The Breakdown: Are the Star Wars prequels really as bad as we remember?

There's always a bigger disappointment

There's always a bigger disappointment

Part 1 – The Phantom Menace.

As Episode VIII begins to bear down on us like a thirst trap descending upon a Supreme outlet, I thought it’s probably a good time to look back through the archives and get a sense of how Disney’s foray into the Star Wars universe compares to Lucas’ swansong.

Born out of an argument I had with my brother regarding Episode VII, this series of articles will try and examine the critical components of each scene and breakdown dialogue, acting, visual effects and overall mise-en-scene to get to the bottom of our like, or dislike for Lucas’ prequels.

Did Lucas royally screw the pooch and are the prequels REALLY as bad as we remember? Or is the populist movement of hating George Lucas and the sting of Jar Jar Binks tainting our enjoyment of a series of movies that really weren’t that bad?

To answer this, over the course of the next few weeks I’ll be critically breaking down each of the prequels. Like any researcher I want to nitpick the elements that were fashioned together to make each movie in an attempt to see if they genuinely hold up to scrutiny. All my years in software development and testing has taught me a valuable lesson: try and break it, if you can’t, it’s a quality product.

So let’s start at the beginning, which ironically for a first time Star Wars watcher is definitely not something you should do. Episode 1, here we go.

Meesa sorry, George

So, 18 years later, is The Phantom Menace really as bad as we remember?


Yes. Mostly.

Oh boy, that’s a short article.

Look, there’s definitely more to my decision than just an overall dislike for Jar Jar or incredulous knee-jerk reactionary arguments about my childhood being ‘raped’. On the whole, it’s just not a very good movie.

There are some excellent takeaways from Episode 1 however – Without question it is the MOST Star-Warsey prequel movie Lucas made. It’s fun, aimed at a younger audience and like any good 80’s adventure movie it put the part of the child protagonist in the midst of all the action like Goonies or Monster Squad. I likened it more to a movie akin to Raiders of the Lost Ark than an operatic Sci-Fi movie like Close Encounters of the Third Kind or War of the Worlds.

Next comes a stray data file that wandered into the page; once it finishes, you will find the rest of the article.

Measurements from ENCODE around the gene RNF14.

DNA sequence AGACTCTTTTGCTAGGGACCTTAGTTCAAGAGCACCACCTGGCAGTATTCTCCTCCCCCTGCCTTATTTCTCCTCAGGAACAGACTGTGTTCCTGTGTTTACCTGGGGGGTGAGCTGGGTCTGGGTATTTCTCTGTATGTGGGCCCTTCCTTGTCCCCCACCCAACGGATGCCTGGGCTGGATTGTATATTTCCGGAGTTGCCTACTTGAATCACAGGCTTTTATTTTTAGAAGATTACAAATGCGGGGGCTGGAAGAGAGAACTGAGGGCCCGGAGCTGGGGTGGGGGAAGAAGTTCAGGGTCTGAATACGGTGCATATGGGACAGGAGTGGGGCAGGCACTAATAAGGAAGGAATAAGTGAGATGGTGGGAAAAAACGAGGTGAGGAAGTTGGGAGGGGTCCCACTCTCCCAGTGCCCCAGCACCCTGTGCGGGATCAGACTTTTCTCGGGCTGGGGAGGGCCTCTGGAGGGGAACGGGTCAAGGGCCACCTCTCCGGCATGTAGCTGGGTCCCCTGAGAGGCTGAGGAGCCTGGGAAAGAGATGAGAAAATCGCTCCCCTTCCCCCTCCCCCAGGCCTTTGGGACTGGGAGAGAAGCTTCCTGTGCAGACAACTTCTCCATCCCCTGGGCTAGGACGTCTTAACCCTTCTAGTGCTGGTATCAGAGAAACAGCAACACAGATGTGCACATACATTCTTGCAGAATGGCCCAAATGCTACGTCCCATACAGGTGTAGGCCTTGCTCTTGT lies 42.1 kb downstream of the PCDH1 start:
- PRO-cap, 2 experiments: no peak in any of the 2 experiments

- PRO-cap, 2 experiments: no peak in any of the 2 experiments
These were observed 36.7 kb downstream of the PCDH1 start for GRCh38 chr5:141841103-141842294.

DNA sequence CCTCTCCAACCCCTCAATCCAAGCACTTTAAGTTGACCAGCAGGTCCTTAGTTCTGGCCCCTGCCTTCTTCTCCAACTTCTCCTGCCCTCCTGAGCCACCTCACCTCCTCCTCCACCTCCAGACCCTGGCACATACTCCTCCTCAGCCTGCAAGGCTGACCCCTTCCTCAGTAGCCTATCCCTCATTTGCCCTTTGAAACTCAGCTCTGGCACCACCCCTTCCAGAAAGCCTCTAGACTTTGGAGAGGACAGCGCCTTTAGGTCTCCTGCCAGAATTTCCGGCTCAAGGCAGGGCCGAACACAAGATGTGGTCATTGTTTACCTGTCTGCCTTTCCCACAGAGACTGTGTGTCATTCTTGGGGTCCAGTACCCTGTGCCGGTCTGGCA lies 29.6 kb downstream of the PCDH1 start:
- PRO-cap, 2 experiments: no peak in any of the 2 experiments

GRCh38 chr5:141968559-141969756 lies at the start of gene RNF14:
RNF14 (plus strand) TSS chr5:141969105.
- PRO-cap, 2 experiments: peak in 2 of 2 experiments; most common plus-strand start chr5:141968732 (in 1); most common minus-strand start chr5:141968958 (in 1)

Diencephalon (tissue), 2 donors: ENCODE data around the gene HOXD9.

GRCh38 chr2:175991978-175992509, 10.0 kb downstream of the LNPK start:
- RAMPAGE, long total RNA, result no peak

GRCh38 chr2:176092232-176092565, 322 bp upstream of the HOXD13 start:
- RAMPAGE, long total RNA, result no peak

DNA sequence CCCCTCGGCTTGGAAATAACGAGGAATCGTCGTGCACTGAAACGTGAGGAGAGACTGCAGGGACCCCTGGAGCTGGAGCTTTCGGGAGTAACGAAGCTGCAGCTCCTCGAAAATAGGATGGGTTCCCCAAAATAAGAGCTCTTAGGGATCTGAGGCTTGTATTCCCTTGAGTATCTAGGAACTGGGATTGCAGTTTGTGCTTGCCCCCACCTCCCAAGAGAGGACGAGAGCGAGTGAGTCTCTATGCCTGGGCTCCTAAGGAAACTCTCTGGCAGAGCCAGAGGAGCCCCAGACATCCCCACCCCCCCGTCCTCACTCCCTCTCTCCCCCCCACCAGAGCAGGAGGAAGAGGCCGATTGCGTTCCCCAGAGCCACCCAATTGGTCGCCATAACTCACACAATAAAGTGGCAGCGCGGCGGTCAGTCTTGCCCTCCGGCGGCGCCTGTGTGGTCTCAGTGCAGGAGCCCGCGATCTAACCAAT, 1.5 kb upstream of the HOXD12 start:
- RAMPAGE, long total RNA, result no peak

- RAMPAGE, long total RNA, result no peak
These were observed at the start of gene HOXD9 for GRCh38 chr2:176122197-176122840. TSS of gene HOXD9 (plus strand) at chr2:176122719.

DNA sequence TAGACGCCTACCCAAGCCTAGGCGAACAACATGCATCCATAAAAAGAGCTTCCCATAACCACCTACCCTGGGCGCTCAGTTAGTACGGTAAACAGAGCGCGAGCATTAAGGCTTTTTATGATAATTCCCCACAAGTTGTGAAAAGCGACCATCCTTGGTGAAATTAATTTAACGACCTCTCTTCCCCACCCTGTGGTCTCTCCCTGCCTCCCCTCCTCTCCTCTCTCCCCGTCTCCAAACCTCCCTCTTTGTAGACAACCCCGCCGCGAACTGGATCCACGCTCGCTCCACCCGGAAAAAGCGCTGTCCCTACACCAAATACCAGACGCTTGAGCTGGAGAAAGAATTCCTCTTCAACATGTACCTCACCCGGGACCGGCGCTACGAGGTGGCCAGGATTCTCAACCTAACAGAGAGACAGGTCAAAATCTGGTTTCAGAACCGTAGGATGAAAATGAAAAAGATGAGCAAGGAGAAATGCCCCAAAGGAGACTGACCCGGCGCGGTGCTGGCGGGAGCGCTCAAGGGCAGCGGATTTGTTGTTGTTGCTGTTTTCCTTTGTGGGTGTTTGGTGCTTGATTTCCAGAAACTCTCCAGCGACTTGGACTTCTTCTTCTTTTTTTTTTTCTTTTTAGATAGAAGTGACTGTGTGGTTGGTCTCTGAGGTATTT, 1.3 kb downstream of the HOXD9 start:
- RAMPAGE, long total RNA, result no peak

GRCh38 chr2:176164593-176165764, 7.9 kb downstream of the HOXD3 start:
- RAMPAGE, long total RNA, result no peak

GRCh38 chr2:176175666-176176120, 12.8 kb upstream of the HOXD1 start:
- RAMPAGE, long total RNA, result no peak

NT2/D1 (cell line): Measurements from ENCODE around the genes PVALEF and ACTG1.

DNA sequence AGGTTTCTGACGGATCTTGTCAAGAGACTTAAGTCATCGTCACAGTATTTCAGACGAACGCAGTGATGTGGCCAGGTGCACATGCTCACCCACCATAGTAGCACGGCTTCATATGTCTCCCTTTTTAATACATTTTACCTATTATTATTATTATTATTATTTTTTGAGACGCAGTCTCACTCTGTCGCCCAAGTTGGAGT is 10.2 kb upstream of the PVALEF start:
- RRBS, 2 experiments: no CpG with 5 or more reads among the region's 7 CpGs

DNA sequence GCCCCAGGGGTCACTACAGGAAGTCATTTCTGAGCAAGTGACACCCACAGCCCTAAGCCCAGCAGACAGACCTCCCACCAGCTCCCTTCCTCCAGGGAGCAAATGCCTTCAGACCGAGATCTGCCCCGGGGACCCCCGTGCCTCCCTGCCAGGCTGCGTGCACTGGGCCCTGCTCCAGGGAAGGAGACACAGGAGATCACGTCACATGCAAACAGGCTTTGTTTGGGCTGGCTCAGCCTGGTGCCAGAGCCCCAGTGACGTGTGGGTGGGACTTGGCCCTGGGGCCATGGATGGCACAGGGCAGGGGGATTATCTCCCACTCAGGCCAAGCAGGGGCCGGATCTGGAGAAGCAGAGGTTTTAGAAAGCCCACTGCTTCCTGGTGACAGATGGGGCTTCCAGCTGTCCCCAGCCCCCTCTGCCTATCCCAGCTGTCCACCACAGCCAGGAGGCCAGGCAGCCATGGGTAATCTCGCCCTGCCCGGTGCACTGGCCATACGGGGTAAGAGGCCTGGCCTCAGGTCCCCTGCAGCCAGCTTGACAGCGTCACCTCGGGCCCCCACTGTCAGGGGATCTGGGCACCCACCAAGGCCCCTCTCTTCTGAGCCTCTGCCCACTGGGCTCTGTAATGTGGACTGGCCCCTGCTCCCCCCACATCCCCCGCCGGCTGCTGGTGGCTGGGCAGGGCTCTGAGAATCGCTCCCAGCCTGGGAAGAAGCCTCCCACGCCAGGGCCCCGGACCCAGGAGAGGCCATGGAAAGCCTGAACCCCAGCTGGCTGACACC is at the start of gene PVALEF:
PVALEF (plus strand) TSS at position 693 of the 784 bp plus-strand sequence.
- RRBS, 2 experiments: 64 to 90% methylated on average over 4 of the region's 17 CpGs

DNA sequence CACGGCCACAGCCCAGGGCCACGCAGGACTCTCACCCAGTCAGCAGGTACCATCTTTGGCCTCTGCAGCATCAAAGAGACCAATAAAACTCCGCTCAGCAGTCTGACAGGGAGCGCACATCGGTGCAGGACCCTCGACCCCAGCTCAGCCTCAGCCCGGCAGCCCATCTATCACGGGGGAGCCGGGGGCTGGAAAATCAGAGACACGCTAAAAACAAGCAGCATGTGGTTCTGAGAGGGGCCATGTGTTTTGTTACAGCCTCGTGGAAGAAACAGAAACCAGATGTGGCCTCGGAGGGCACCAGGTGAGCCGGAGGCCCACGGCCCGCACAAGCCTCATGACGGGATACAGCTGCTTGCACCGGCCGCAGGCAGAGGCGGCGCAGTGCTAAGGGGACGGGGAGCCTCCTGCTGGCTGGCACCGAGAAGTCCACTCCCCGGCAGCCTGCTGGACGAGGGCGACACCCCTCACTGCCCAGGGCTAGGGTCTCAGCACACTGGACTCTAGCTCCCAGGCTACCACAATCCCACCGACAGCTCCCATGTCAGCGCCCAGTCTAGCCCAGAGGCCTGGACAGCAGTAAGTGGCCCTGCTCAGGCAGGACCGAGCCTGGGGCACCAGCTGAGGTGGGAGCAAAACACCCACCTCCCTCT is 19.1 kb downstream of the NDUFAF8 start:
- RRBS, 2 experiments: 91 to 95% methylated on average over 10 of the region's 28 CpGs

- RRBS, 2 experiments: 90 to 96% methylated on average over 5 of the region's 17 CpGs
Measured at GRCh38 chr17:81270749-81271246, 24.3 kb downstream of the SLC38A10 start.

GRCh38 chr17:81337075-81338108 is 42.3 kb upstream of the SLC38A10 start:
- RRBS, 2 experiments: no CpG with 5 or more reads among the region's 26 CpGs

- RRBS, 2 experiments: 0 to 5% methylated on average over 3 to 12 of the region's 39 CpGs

Let’s be clear here too, Episode 1 was definitely aimed at kids. I was an adult when this movie came out so I clearly remember the sordid marketing that went into pushing this dung pile around. Trust me, Lucasfilm didn’t shy away in their resolve to target child friendly brands. Beyond the toys, there were collectible figures and medallions from fast food restaurants, exclusive Tazos and Pog like discs in packets of Doritos, Happy Meals, Pez dispensers, Slurpee cups, limited Pepsi cans and even the movie even had its own cereal.

But on the other end of the spectrum it does also have an adult orientated grand scale. Like Game of Thrones or a Tarantino historical drama there is no main character, or even a known protagonist. We follow a gamut of characters, good and evil, meaning our focus is never on the exploits of one person but instead on an expansive narrative that’s slowly revealing itself scene by scene. Qui-Gon Jinn is just as important as Obi-Wan, who is as equally as pivotal as Padme or Anakin Skywalker. I genuinely enjoy this kind of narrative writing, because it means the audience isn’t boxed in following a paint-by-numbers instructional colouring book. The Phantom Menace feels honest in its story writing and its portrayal of a young innocent boy that loved to help strangers who eventually goes on to destroy the foundations of peace in the galaxy.

Our assumption has always been that Luke Skywalker is the most important character in the Star Wars universe, however with Luke’s diminished role in Episode’s VII, VIII and IX it’s slowly coming into focus that perhaps Luke, like Padme or Obi Wan, is just a key player in an ever evolving narrative. If Disney’s new movies have taught us anything, it’s that every Star Wars trilogy is a cog in a greater machine, pushing us towards our eventual goal of seeing the stars align and “balance in the force” returning to all people and things.

For this reason The Phantom Menace genuinely feels important. I’m reminded of a monologue from the television show Spaced, where Tim tells his friends the most important character in all of Star Wars is the Star Destroyer officer that decides to not shoot down the escape pod at the beginning of Episode IV. It’s the earliest pivotal moment in the entire franchise where the events of all three original movies can be traced back to a single source. If C-3PO and R2-D2 were destroyed at the beginning of the movie the Death Star plans would have been lost. So too the Rebellion.